28. 28. Everett H, Crooke H, Gurrala R, Dwarka R, Kim J, et al. (2011) Experimental Infection of Common Warthogs (Phacochoerus africanus) and Bushpigs (Potamochoerus larvatus) with Classical Swine Fever Virus. I: Susceptibility and Transmission. Transboundary and emerging diseases 58: 128–134.
  29. 29. Mackinnon A (2000) A spreadsheet for the calculation of comprehensive statistics for the assessment of diagnostic tests and inter-rater agreement. Computers in biology and medicine 30: 127–134.
  30. 30. Anonymous (2012) Principles and methods of validation of diagnostic assays for infectious diseases. Manual of Diagnostic Tests and Vaccines for Terrestrial Animals. Seven ed.
  31. 31. OIE (2008) African Swine Fever. Manual of Diagnostic Tests and Vaccines for Terrestrial Animals 2008. Office International des Epizooties, Paris, France. pp. 1069–1082.
  32. 32. OIE (2008) Classical Swine Fever. Manual of Diagnostic Tests and Vaccines for Terrestrial Animals 2008. Office International des Epizooties, Paris, France. pp. 1092–1105.
  33. 33. Roberts H, Lopez M (2012) International disease monitoring, April to June 2012. The Veterinary record 171: 188–191.
  34. 34. Sandvik T, Crooke H, Drew TW, Blome S, Greiser-Wilke I, et al. (2005) Classical swine fever in South Africa after 87 years' absence. The Veterinary record 157: 267.
  35. 35. Aguero M, Fernandez J, Romero L, Sanchez Mascaraque C, Arias M, et al. (2003) Highly sensitive PCR assay for routine diagnosis of African swine fever virus in clinical samples. Journal of clinical microbiology 41: 4431–4434.
  36. 36. Le Potier MF, Le Dimna M, Kuntz-Simon G, Bougeard S, Mesplede A (2006) Validation of a real-time RT-PCR assay for rapid and specific diagnosis of Classical Swine Fever virus. Developments in biologicals 126: 179.
  37. 37. Risatti G, Holinka L, Lu Z, Kutish G, Callahan JD, et al. (2005) Diagnostic evaluation of a real-time reverse transcriptase PCR assay for detection of classical swine fever virus. Journal of clinical microbiology 43: 468–471.
  38. 38. Ophuis R, Morrissy CJ, Boyle DB (2006) Detection and quantitative pathogenesis study of classical swine fever virus using a real time RT-PCR assay. Journal of virological methods 131: 78–85.
  39. 39. Fernandez-Pinero J, Gallardo C, Elizalde M, Robles A, Gomez C, et al. (2013) Molecular diagnosis of african Swine Fever by a new real-time PCR using universal probe library. Transboundary and emerging diseases 60: 48–58.
  40. 40. Cheng D, Zhao JJ, Li N, Sun Y, Zhou YJ, et al. (2008) Simultaneous detection of Classical swine fever virus and North American genotype Porcine reproductive and respiratory syndrome virus using a duplex real-time RT-PCR. Journal of virological methods 151: 194–199.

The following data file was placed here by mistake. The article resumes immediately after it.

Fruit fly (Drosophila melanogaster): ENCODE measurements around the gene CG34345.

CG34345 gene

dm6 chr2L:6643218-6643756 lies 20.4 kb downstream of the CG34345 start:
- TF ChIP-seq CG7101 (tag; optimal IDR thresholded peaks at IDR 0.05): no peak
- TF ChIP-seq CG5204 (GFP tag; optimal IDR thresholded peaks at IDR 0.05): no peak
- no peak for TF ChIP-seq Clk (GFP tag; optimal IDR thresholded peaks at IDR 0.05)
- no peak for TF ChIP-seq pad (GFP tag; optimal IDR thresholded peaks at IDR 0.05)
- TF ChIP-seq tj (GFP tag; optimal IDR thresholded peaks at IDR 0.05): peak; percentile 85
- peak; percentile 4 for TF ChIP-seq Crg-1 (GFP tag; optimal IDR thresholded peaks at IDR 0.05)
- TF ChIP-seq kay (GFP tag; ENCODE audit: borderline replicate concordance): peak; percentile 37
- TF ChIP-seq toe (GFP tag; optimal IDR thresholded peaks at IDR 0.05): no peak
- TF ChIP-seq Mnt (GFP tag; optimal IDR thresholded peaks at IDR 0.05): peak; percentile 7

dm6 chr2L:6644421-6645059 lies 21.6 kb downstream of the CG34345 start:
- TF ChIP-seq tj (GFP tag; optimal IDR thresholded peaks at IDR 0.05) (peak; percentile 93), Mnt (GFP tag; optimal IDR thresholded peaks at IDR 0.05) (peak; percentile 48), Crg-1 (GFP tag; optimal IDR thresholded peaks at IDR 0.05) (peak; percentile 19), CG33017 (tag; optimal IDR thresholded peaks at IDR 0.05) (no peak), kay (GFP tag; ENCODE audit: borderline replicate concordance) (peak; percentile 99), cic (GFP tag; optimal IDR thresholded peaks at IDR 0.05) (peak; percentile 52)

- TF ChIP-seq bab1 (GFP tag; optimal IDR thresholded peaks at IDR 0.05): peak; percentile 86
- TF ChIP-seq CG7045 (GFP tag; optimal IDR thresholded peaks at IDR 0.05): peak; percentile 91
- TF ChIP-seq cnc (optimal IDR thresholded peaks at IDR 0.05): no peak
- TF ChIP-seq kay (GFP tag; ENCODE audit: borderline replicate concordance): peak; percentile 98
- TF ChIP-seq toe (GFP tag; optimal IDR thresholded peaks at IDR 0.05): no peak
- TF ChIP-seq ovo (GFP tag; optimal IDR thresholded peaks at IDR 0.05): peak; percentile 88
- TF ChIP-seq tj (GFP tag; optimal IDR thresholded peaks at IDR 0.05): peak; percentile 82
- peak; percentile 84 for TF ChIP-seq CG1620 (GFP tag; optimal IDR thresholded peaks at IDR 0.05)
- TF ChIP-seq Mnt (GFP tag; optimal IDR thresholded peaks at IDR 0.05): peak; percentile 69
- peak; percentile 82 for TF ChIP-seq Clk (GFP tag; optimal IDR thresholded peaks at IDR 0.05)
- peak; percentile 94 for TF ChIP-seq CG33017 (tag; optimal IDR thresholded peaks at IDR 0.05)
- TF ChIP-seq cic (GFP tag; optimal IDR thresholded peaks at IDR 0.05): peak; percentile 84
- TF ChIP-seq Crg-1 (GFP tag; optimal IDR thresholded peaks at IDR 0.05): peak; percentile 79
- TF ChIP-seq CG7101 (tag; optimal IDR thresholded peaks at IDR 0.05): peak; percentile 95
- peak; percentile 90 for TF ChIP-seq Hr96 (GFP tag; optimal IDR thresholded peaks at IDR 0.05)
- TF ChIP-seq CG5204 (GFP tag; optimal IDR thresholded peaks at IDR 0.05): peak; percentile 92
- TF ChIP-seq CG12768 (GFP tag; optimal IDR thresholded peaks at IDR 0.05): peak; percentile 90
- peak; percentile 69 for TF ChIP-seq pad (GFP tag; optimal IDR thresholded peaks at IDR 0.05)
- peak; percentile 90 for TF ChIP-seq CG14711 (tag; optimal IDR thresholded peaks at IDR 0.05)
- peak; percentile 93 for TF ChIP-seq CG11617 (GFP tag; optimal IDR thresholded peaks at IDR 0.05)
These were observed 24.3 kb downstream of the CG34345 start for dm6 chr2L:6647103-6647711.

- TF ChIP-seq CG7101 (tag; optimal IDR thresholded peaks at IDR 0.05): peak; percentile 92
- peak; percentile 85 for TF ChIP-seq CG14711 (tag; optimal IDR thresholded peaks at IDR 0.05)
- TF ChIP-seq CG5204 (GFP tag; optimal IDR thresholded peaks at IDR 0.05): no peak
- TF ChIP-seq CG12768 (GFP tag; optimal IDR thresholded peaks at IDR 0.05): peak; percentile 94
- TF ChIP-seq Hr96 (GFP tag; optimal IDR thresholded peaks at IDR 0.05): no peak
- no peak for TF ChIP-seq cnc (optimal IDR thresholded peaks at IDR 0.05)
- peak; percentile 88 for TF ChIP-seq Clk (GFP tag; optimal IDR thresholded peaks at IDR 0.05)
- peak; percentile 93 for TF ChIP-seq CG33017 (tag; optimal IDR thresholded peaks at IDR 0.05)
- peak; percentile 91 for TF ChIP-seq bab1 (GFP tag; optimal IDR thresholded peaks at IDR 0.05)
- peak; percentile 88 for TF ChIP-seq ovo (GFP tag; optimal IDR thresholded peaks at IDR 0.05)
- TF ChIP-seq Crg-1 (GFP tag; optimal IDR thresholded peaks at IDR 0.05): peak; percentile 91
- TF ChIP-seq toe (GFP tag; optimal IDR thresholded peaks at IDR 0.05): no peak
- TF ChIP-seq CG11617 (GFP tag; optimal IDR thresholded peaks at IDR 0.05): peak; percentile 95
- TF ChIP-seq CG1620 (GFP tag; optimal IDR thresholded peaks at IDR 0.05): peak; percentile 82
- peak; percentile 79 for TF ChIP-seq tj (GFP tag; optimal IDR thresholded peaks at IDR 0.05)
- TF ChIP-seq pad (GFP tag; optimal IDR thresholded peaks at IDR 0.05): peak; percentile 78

41. 41. Liu S, Zhao Y, Hu Q, Lv C, Zhang C, et al. (2011) A multiplex RT-PCR for rapid and simultaneous detection of porcine teschovirus, classical swine fever virus, and porcine reproductive and respiratory syndrome virus in clinical specimens. Journal of virological methods 172: 88–92.
  42. 42. Elnifro EM, Ashshi AM, Cooper RJ, Klapper PE (2000) Multiplex PCR: optimization and application in diagnostic virology. Clinical microbiological reviews 13: 559–570.
  43. 43. Depner K, Bunzenthal C, Heun-Munch B, Strebelow G, Hoffmann B, et al. (2006) Diagnostic evaluation of a real-time RT-PCR assay for routine diagnosis of classical swine fever in wild boar. Journal of veterinary medicine B, Infectious diseases and veterinary public health 53: 317–320.
  44. 44. Blome S, Grotha I, Moennig V, Greiser-Wilke I (2010) Classical swine fever virus in South-Eastern Europe-Retrospective analysis of the disease situation and molecular epidemiology. Veterinary microbiology 146: 276–284.
  45. 45. Demeke T, Jenkins GR (2010) Influence of DNA extraction methods, PCR inhibitors and quantification methods on real-time PCR assay of biotechnology-derived traits. Analytical and bioanalytical chemistry 396: 1977–1990.
  46. 46. Wang JT, Wang TH, Sheu JC, Lin SM, Lin JT, et al. (1992) Effects of anticoagulants and storage of blood samples on efficacy of the polymerase chain reaction assay for hepatitis C virus. Journal of clinical microbiology 30: 750–753.
  47. 47. Akane A, Matsubara K, Nakamura H, Takahashi S, Kimura K (1994) Identification of the heme compound copurified with deoxyribonucleic acid (DNA) from bloodstains, a major inhibitor of polymerase chain reaction (PCR) amplification. Journal of forensic sciences 39: 362–372.
  48. 48. Morata P, Queipo-Ortuno MI, de Dios Colmenero J (1998) Strategy for optimizing DNA amplification in a peripheral blood PCR assay used for diagnosis of human brucellosis. Journal of clinical microbiology 36: 2443–2446.
  49. 49. Das A, Beckham TR, McIntosh MT (2011) Comparison of methods for improved RNA extraction from blood for early detection of Classical swine fever virus by real-time reverse transcription polymerase chain reaction. Journal of Veterinary Diagnostic Investigation 23: 727–735.
  50. 50. Josue Perez L, Diaz de Arce H, Tarradas J, Rosell R, Laura Perera C, et al. (2011) Development and validation of a novel SYBR Green real-time RT-PCR assay for the detection of classical swine fever virus evaluated on different real-time PCR platforms. Journal of virological methods 174: 53–59.
  51. 51. Le Dimna M, Vrancken R, Koenen F, Bougeard S, Mesplede A, et al. (2008) Validation of two commercial real-time RT-PCR kits for rapid and specific diagnosis of classical swine fever virus. Journal of virological methods 147: 136–142.